13 South Dakota clinics receive products from company linked to - KSFY News - Sioux Falls, SD News, Weather, Sports

13 South Dakota clinics receive products from company linked to meningitis outbreak

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The South Dakota Department of Health has contacted 13 health care facilities identified as receiving drugs from a Massachusetts firm linked to the nationwide meningitis outbreak.

New England Compounding Center (NECC) is the company that produced the steroids linked to the outbreak. South Dakota has not had any reported cases of meningitis linked to the outbreak, but it is not known at this time how many patients in South Dakota received NECC products.

The clinics identified as receiving pharmaceuticals from NECC were identified this week based on information provided by the FDA. The clinics include:

  1. Brookings Ambulatory Surgery Center LLP, Brookings
  2. Bruening Eye Specialists, Dakota Dunes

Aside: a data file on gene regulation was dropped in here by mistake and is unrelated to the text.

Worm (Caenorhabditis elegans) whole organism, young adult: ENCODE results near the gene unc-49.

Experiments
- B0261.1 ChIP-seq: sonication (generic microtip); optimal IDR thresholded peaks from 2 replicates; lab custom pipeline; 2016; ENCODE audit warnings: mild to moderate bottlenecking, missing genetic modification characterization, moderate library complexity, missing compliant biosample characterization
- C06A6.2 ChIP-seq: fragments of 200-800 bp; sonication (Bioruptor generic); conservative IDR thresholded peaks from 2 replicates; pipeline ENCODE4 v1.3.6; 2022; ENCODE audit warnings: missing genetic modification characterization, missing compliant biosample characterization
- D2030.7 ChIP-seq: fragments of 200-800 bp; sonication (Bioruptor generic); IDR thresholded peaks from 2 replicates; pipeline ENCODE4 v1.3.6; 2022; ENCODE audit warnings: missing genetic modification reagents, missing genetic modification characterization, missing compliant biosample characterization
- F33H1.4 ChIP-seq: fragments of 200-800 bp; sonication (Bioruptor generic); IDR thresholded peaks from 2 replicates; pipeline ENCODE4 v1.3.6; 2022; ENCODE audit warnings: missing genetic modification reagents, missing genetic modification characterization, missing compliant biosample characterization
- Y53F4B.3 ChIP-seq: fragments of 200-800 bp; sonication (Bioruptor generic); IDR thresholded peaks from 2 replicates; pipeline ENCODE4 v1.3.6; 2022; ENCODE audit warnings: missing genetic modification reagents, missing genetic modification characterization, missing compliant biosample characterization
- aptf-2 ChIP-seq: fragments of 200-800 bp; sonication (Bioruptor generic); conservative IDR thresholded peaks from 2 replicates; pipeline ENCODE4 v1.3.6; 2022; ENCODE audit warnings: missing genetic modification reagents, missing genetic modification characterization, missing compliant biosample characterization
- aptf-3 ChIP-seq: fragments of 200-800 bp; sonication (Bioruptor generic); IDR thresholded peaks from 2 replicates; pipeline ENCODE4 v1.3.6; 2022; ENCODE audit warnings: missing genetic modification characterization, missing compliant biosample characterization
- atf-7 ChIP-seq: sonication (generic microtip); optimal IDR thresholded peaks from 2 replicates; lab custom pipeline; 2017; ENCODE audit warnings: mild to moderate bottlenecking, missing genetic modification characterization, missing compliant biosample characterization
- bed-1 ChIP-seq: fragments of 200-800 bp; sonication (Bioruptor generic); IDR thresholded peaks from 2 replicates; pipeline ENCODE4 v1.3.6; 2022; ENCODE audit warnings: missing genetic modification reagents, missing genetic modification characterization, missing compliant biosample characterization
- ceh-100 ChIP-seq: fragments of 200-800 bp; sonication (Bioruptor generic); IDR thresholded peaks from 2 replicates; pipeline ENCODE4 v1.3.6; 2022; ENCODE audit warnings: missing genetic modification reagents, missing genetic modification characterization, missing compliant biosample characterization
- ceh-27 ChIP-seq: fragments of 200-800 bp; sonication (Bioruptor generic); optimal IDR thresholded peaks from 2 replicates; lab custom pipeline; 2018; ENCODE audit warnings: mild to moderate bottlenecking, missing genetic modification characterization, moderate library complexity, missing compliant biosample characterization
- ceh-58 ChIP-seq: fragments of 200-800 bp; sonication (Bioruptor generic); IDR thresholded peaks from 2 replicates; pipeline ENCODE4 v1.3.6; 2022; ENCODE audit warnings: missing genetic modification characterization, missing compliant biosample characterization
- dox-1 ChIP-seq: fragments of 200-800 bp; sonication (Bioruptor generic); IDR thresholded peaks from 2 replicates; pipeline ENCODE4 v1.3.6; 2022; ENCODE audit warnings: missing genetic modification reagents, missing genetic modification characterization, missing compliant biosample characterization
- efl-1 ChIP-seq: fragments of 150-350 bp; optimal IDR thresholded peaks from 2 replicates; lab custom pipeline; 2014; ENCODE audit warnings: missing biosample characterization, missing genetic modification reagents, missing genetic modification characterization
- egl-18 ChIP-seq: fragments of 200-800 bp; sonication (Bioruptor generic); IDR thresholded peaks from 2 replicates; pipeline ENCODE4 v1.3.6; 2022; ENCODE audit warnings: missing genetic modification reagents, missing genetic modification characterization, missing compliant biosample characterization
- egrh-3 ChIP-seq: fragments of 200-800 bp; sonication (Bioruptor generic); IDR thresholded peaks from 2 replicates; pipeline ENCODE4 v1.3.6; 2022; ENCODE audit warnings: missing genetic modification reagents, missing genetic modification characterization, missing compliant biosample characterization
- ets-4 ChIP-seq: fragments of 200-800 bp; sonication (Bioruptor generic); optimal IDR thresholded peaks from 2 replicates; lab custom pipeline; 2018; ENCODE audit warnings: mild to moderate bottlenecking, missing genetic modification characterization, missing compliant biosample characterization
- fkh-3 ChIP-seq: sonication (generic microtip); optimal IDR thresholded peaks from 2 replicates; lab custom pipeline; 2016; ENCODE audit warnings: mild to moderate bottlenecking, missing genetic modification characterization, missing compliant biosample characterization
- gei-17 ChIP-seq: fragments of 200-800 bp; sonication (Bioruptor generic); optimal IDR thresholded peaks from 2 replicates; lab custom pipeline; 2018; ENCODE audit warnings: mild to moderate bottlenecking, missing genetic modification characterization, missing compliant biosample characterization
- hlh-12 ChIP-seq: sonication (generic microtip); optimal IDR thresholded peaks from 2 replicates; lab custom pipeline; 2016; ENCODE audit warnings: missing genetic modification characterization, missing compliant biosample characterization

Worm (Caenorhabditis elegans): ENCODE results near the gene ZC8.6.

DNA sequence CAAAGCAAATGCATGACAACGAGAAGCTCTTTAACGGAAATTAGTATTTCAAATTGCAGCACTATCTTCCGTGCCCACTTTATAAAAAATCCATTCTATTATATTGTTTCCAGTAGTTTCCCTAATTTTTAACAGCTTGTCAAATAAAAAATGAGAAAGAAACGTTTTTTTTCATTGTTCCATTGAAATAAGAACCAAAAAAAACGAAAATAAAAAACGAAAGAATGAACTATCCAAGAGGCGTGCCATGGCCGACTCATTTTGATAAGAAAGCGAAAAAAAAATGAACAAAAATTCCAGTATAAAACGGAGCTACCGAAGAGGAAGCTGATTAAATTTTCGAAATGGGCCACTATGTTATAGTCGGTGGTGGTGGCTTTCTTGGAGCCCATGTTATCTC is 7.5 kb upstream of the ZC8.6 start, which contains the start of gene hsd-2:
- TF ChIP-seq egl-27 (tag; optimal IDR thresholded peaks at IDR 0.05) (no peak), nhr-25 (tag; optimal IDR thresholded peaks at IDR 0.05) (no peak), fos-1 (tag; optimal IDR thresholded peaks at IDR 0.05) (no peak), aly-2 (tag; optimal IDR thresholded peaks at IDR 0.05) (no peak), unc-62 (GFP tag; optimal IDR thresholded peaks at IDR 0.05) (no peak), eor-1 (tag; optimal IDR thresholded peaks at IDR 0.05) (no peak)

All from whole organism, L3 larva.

3. Siouxland Surgery Center, Dakota Dunes
  4. Anderson Orthopedics, Rapid City
  5. Black Hills Plastic Surgery, Rapid City
  6. Black Hills Regional Eye Institute, Rapid City
  7. Black Hills Surgical Hospital, Rapid City
  8. Rapid City Medical Center, Rapid City
  9. Rapid City Regional Hospital, Rapid City
  10. Sanford Clinic for Ophthalmology and Optometry, Sioux Falls
  11. Dakota Dermatology, Sioux Falls
  12. Lazaderm Skincare Centre, Sioux Falls
  13. Innovative Procedural Center, Watertown

"We have contacted every South Dakota facility identified as receiving drugs on this week's expanded recall list," said Bonnie Jameson, Disease Prevention Administrator for the department. "We've instructed them to suspend use of the NECC products and notify any patients who had received them to be alert for the signs and symptoms of infection, including meningitis."

Jameson said the department has also issued a health alert to providers statewide asking them to review purchasing records and inventory to make sure they have not received any NECC products on the recall list.

The signs and symptoms of meningitis include fever, headache, stiff neck, nausea and vomiting, sensitivity to light and altered mental status. Symptoms for other possible infections may include fever; swelling, increasing pain, redness, warmth at injection site; visual changes, pain, redness or discharge from the eye; chest pain, or drainage from the surgical site. 

More information about the outbreak and the ongoing investigation can be found on the CDC site, www.cdc.gov/HAI/outbreaks/meningitis.html or the FDA site, www.fda.gov/Drugs/DrugSafety/ucm322734.htm.

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